Analysts at French based energy components company Schneider Electric have concluded that extending or expanding Australia’s renewable energy target would lead to lower electricity prices, lower carbon emissions and increased competition.
Reducing, or removing the renewable energy target – as many incumbent generators, industry lobby groups, state governments and some of its own members are urging the Abbott conservative government to do – will have the opposite impact, pushing prices higher and creating a greater reliance on expensive gas-fired generation.
The conclusions in the white paper have apparently surprised even the four-man team from Schneider that conducted the analysis, and the unnamed large energy users who commissioned it. Large energy users have normally been against the renewable energy target, and this study – along with others that have reached similar conclusions – is causing a rethink.
The Schneider Electric analysis says Australia will benefit from maintaining, extending or expanding its large scale renewable energy target (LRET) because renewable generation has lower emissions and lower marginal costs than do fossil fuels- fired generation.
“As a result of the influence of the LRET on the generation mix, electricity generation emissions in Australia are forecast to be lower under the LRET than would be otherwise,” it says.
“Again, the LRET becomes a hedge against rising carbon prices, and may help to keep carbon prices lower as a result of the lower emissions.
“Finally, and most strikingly, is the impact of the LRET on long-term energy prices. The LRET is forecast to result in a generation mix with lower marginal cost, lower carbon emissions, and increased competition in the electricity market, all which serve to reduce prices.
“Even after taking into account the cost of Large-scale Generation Certificates, the LRET in its current form is forecast to result in prices lower in the long run than those under decreased targets or outright removal of the Large-scale Renewable Energy Target.”
The analysis is important in the light of claims made by incumbent generators about the cost of the renewable energy target on consumers, and some even wilder claims in conservative commentators that renewables could add 50 per cent to consumer bills by 2020.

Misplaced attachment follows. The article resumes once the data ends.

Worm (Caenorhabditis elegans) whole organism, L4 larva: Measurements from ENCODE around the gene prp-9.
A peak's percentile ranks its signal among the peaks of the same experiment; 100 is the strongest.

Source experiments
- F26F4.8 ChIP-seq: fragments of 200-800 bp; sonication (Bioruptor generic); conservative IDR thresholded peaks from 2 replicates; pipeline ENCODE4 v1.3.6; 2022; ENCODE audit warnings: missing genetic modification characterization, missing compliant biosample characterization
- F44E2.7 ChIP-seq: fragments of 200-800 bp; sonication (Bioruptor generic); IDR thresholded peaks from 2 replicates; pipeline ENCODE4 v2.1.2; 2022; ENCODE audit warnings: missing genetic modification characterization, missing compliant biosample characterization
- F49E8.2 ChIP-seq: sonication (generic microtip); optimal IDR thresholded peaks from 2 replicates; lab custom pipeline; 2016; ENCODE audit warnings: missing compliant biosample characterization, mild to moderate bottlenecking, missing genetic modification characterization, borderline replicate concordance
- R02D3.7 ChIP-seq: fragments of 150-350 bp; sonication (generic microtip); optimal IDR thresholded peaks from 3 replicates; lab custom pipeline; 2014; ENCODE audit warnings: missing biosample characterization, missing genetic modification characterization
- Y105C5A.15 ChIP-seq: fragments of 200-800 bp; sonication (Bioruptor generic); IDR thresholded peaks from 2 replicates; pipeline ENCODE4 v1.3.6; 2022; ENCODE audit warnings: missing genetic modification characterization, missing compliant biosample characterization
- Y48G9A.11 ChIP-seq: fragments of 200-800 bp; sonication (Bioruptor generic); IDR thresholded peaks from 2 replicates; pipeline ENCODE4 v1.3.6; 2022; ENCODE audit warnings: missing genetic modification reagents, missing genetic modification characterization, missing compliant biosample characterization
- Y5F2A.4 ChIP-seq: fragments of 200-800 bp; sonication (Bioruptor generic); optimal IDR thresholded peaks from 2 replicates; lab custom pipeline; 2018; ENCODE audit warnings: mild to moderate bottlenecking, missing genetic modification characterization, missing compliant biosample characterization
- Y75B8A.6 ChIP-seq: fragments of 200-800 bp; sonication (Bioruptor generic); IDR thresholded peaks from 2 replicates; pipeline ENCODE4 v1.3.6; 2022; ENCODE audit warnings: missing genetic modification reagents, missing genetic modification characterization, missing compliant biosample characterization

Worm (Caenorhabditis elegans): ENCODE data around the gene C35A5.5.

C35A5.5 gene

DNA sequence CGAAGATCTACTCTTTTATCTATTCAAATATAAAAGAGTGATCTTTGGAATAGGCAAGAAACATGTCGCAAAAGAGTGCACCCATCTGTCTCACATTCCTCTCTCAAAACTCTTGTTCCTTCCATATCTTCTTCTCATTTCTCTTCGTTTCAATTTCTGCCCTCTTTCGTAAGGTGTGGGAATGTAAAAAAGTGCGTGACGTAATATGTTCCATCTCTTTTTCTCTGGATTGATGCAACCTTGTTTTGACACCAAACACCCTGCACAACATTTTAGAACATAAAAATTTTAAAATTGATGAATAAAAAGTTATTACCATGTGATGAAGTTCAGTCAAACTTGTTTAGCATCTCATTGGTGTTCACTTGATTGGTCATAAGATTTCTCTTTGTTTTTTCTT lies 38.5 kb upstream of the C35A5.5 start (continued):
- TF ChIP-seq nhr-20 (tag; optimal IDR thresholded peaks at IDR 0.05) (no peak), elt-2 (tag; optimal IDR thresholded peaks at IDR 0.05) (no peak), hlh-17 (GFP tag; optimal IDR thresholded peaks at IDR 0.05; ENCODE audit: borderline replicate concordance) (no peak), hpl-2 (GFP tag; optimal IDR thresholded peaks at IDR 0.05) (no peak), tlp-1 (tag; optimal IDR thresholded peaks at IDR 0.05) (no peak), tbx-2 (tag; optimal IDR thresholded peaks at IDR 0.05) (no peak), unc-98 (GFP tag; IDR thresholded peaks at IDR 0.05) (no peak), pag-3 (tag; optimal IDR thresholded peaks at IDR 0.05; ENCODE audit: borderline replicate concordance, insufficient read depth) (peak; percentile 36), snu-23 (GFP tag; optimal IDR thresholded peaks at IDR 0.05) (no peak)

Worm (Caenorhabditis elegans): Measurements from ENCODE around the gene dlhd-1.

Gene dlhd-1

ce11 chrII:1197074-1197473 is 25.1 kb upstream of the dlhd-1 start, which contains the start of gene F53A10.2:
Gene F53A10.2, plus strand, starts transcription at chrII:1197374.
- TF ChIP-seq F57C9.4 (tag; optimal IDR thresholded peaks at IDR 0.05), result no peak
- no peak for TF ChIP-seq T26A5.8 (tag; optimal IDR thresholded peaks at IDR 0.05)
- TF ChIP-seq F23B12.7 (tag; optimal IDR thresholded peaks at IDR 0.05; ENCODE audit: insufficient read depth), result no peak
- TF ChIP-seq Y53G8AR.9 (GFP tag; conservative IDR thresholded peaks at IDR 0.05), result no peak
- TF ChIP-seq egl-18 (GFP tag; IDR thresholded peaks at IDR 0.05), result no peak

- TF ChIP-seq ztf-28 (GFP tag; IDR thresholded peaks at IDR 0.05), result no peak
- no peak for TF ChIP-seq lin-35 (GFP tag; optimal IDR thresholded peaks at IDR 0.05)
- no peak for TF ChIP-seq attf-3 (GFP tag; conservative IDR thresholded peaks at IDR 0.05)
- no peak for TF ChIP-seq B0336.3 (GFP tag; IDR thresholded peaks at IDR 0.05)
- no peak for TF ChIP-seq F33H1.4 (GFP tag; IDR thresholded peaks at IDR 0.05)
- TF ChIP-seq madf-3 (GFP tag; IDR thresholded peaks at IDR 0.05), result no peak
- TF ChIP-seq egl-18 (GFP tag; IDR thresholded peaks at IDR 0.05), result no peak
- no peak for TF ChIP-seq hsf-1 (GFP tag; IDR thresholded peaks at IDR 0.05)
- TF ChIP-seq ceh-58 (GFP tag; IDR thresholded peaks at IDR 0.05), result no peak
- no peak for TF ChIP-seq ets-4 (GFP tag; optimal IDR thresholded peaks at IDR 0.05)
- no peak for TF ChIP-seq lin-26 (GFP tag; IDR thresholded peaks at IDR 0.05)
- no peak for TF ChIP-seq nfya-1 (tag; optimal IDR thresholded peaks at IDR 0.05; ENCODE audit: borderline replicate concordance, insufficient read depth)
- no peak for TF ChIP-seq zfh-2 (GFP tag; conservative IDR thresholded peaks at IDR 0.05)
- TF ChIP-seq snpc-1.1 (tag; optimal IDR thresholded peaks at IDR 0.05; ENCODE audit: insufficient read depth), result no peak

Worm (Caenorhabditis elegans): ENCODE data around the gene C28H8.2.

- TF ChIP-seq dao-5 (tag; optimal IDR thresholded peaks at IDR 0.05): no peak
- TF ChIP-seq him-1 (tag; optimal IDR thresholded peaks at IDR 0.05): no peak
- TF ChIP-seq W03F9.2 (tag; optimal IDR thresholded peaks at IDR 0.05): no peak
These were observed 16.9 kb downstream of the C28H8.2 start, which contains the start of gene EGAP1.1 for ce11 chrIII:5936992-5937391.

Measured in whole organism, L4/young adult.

Pacific Hydro general manager Lane Crockett said the analysis by Schneider and others clearly demonstrated that zero fuel cost renewable energy can act as a hedge against future price rises in coal and gas.
“This report by Schneider is one of a number of recent reports that clearly demonstrate that deployment of renewable energy technologies via the renewable energy target has played a major role in keeping wholesale electricity prices down and is likely to continue to do so provided it is largely left alone,” he said.
“This report is no real surprise and clearly shows that that promise of a cleaner, cheaper energy market is now closer than ever to becoming a reality.”
One of the key issues facing Australia is the prospect of soaring gas prices.
“Natural gas prices are forecast to rise as LNG exports grow to Asian markets,” the report says. “The influence of the LRET on the generation mix results in less natural gas-fired generation capacity than in scenarios with the LRET Reduced, Removed, or Delayed.”
“A reduced reliance on gas-fired generation means the requirements of the LRET, specifically the renewable generation capacity requirements, become a hedge against the potential for rising natural gas prices.”
The study canvasses several scenarios for the LRET – left as is, removed, delayed or decreased (the three most likely outcomes from the Abbott government’s RET review, or increased, where the fixed target is raised from 41,000GWh to 55,000GWh.
Although this latter outcome is very unlikely to be implemented, the price chart at the top shows it could deliver the cheapest outcomes for large (and small) energy users. And it would result in a significant increase in the amount of wind generation, although RenewEconomy would hazard a guess that large scale solar would likely take a significant share of the capacity.